|
http://upload.orthobullets.com/topic/6114/images/proximal phalanx_moved.jpg
http://upload.orthobullets.com/topic/6114/images/middle phalanx_moved.jpg
http://upload.orthobullets.com/topic/6114/images/distal phalanx fx_moved.jpg
Introduction
  • Common hand injuries that can be broken into the following injuries
    • proximal phalanx
    • middle phalanx
    • distal phalanx
  • Epidemiology
    • incidence
      • most common injuries to the skeletal system
      • account for 10% of all fractures
      • distal phalanx is most common fractured bone in the hand
  • Pathophysiology
    • mechanism
      • depends on age
        • 10-29 years of age: sports is most common
        • 40-69 year of age: machinery is most common
        • >70 year of age: falls are most common
    • pathoanatomy
      • proximal phalanx fx
        • deformity is usually apex volar angulation due to
          • proximal fragment in flexion (from interossei)
          • distal fragment in extension (from central slip)
      • middle phalanx
        • deformity is usually apex dorsal OR volar angulation
          • apex dorsal if fracture proximal to FDS insertion (from extension of proximal fragment through pull of the central slip)
          • apex volar if fracture distal to FDS insertion (prolonged insertion from just distal to the flare at the base to within a few mm of the neck)
          • a fracture through the middle third may angulate in either direction or not at all secondary to the inherent stability provided by an intact and prolonged FDS insertion
  • Associated conditions
    • nail bed injuries 
      • associated with distal phalanx fractures
Presentation
  • Symptoms
    • pain
  • Physical exam
    • local tenderness
    • deformity
    • look carefully for open wounds
Imaging
  • Radiographs
    • finger xrays
      • must get true lateral of joint
    • hand xrays to rule out associated fractures
      • 30°pronated lateral to see 4th and 5th CMC x/dislocation
      • 30°supinated view to see 2nd and 3rd CMC fx/dislocation
Treatment - Proximal Phalanx Fracture
  • Nonoperative
    • buddy taping
      • indications
        • extraarticular with < 10° angulation or < 2mm shortening and no rotational deformity
      • 3 weeks of immobilization followed by aggressive motion
    • reduction and splinting
      • indications
        • most distal phalanx fx
  • Operative
    • CRPP vs. ORIF
      • indications 
        • irreducible or unstable fracture pattern
        • transverse fractures (all angulate volarly) with > 10° angulation or 2mm shortening or rotationally deformed 
        • long oblique proximal phalanx fractures
      • techniques
        • crossed k-wires
        • Eaton-Belsky pinning through metacarpal head
        • minifragment fixation with plate and lag screws, or lag screws alone
          • lag screws alone indicated in presence of long oblique fracture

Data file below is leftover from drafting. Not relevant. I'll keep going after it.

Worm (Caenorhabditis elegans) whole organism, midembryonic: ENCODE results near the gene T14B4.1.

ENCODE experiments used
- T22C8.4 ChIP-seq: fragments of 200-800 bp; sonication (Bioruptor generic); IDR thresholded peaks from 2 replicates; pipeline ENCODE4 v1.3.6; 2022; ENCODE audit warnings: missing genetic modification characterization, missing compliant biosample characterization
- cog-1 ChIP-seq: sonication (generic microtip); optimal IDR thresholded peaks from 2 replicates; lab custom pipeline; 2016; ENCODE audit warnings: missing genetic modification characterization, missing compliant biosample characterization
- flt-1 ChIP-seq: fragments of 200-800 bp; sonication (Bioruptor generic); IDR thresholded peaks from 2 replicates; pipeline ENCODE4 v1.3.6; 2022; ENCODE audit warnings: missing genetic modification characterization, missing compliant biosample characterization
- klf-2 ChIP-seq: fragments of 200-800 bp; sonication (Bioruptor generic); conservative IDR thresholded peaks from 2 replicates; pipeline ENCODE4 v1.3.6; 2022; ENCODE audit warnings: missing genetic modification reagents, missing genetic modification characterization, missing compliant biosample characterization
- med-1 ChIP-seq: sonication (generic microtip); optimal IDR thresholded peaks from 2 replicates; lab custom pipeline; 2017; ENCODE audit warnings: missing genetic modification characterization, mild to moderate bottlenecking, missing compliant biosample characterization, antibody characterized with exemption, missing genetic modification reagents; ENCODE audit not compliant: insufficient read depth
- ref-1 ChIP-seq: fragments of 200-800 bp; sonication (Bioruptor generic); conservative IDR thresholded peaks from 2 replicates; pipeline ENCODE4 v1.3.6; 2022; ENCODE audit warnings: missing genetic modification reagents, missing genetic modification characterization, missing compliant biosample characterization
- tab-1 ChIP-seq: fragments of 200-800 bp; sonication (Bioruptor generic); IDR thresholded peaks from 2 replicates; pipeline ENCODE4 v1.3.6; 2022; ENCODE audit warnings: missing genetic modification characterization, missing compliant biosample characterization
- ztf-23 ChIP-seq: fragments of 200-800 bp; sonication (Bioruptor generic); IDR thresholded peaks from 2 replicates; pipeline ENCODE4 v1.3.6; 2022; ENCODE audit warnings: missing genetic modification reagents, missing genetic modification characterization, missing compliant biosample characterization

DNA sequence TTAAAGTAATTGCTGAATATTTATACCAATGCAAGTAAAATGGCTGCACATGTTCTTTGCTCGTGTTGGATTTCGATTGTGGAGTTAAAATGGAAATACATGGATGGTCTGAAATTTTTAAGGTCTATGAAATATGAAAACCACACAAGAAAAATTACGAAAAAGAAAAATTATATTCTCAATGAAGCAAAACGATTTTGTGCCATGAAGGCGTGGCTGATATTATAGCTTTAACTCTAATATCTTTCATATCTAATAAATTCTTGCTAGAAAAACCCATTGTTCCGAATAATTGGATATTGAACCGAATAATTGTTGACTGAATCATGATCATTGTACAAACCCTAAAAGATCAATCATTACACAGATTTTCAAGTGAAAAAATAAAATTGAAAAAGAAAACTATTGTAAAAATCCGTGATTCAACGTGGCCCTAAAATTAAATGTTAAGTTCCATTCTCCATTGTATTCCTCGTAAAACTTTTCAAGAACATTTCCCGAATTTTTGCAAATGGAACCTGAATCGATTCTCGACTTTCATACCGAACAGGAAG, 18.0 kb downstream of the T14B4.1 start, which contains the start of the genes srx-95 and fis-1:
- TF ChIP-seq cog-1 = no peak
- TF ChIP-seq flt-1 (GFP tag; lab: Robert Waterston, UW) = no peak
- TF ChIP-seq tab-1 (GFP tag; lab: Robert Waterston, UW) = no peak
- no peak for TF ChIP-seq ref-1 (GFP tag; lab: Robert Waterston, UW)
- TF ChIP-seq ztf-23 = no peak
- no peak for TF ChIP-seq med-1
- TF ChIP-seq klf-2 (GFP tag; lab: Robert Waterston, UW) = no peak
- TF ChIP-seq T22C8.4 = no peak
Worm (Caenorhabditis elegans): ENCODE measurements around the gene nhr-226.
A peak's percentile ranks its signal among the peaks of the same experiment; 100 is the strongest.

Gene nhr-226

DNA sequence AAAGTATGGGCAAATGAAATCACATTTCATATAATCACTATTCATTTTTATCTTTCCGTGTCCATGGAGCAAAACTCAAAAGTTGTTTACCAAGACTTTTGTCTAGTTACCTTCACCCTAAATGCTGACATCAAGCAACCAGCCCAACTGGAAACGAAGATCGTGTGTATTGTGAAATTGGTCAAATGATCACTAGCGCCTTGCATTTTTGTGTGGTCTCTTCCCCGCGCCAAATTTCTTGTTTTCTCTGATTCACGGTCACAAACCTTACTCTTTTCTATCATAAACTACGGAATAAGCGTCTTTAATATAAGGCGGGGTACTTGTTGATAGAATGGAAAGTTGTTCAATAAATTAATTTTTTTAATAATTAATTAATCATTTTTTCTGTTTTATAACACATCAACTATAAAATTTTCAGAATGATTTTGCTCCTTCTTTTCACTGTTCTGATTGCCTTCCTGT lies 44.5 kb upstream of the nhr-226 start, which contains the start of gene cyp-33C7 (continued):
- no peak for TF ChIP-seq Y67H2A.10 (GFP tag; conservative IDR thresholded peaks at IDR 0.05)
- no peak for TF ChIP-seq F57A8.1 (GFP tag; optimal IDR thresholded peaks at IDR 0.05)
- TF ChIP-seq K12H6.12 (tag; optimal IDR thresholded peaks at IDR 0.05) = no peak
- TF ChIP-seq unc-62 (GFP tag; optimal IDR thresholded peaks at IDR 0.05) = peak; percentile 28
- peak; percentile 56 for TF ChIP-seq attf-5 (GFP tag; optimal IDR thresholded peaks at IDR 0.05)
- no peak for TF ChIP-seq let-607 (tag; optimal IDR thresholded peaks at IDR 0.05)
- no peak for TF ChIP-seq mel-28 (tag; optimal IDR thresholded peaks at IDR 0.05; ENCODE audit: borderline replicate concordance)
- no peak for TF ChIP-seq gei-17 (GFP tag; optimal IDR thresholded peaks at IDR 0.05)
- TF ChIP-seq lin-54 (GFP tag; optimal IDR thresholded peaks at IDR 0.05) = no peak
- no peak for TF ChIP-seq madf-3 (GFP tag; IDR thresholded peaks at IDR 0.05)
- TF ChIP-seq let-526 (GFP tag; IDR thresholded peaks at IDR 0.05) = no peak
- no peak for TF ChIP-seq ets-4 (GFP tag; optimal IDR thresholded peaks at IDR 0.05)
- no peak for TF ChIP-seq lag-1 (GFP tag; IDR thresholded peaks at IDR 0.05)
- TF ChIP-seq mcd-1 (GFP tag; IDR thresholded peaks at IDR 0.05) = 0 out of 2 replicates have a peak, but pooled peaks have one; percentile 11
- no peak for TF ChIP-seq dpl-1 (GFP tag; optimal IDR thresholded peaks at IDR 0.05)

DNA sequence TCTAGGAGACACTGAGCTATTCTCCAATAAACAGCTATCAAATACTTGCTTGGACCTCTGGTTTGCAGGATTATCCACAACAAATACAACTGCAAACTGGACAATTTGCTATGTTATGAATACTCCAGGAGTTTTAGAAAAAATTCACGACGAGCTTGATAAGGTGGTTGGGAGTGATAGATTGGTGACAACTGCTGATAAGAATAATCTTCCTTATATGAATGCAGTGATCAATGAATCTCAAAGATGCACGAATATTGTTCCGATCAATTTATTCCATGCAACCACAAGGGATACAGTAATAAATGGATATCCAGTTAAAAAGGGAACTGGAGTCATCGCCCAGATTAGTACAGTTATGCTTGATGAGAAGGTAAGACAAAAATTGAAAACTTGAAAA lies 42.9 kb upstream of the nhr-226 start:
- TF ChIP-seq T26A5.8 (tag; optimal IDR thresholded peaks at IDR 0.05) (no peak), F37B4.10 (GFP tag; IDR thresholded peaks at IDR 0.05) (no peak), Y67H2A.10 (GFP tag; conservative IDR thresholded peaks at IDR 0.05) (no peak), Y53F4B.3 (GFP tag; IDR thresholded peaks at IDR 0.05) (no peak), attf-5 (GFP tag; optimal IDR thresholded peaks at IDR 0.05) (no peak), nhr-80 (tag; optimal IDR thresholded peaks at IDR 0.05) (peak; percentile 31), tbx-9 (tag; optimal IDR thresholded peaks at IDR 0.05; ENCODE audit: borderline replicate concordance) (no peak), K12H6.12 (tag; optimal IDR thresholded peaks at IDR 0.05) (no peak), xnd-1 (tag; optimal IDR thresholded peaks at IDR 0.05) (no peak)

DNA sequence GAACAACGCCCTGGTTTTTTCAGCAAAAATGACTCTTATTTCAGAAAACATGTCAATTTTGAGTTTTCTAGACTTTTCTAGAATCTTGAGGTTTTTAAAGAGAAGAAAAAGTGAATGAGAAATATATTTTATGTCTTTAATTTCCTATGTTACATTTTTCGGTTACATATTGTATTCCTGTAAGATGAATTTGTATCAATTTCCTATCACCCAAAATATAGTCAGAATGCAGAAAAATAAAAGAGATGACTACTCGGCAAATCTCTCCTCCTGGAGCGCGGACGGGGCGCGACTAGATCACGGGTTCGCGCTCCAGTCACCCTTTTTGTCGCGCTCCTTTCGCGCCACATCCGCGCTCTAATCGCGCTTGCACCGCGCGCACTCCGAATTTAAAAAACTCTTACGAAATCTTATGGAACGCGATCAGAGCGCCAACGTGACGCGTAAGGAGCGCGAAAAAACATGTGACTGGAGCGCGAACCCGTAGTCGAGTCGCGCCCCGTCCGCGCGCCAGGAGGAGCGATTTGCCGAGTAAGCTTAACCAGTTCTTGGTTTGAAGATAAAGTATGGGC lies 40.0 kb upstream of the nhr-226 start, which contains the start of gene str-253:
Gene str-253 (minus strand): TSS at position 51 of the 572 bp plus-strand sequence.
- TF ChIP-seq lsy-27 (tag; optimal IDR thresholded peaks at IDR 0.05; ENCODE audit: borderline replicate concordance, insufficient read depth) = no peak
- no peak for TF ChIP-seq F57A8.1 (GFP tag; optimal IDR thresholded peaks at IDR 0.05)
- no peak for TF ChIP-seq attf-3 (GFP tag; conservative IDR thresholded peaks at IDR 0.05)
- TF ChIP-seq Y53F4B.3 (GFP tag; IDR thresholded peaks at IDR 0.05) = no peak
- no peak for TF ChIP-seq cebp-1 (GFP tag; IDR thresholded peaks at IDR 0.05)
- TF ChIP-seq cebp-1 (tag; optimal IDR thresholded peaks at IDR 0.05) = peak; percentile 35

Treatment - Middle Phalanx Fracture
  • Nonoperative
    • buddy taping
      • indications
        • extraarticular with < 10° angulation or < 2mm shortening and no rotational deformity
      • technique
        • 3 weeks of immobilization followed by aggressive motion
  • Operative
    • CRPP vs. ORIF
      • indications
        • irreducible or unstable fracture pattern
        • transverse fractures with > 10° angulation or 2mm shortening or rotationally deformed 
      • techniques
        • crossed k-wires
        • collateral recess pinning
        • minifragment fixation with plate and lag screws
Treatment - Distal Phalanx Fracture
  • Nonoperative
    • reduction and splinting
      • indications
        • most cases
        • nail matrix may be incarcerated in fx and block reduction
  • Operative
    • remove nail, repair nailbed, and replace nail to maintain epi fold
      • indications
        • when distal phalanx associated with a nailbed injury
      • see nail bed injuries 
    • ORIF +/- bone grafting
      • indications
        • non-unions
Complications
  • Loss of motion
    • most common complication
    • predisposing factors include prolonged immobilization, associated joint injury, and extensive surgical dissection
    • treat with rehab, and surgical release as a last resort
  • Malunion
    • malrotation, angulation, shortening
    • surgery indicated when associated with functional impairment
      • corrective osteotomy at malunion site (preferred)
      • metacarpal osteotomy (limited degree of correction)
  • Nonunion
    • uncommon
    • most are atrophic and associated with bone loss or neurovascular compromise
    • surgical options
      • resection, bone grafting, plating
      • ray amputation or fusion
 

Please rate topic.

Average 3.4 of 23 Ratings

Questions (8)
EVIDENCE & REFERENCES (6)
CASES (6)
Topic COMMENTS (1)
Private Note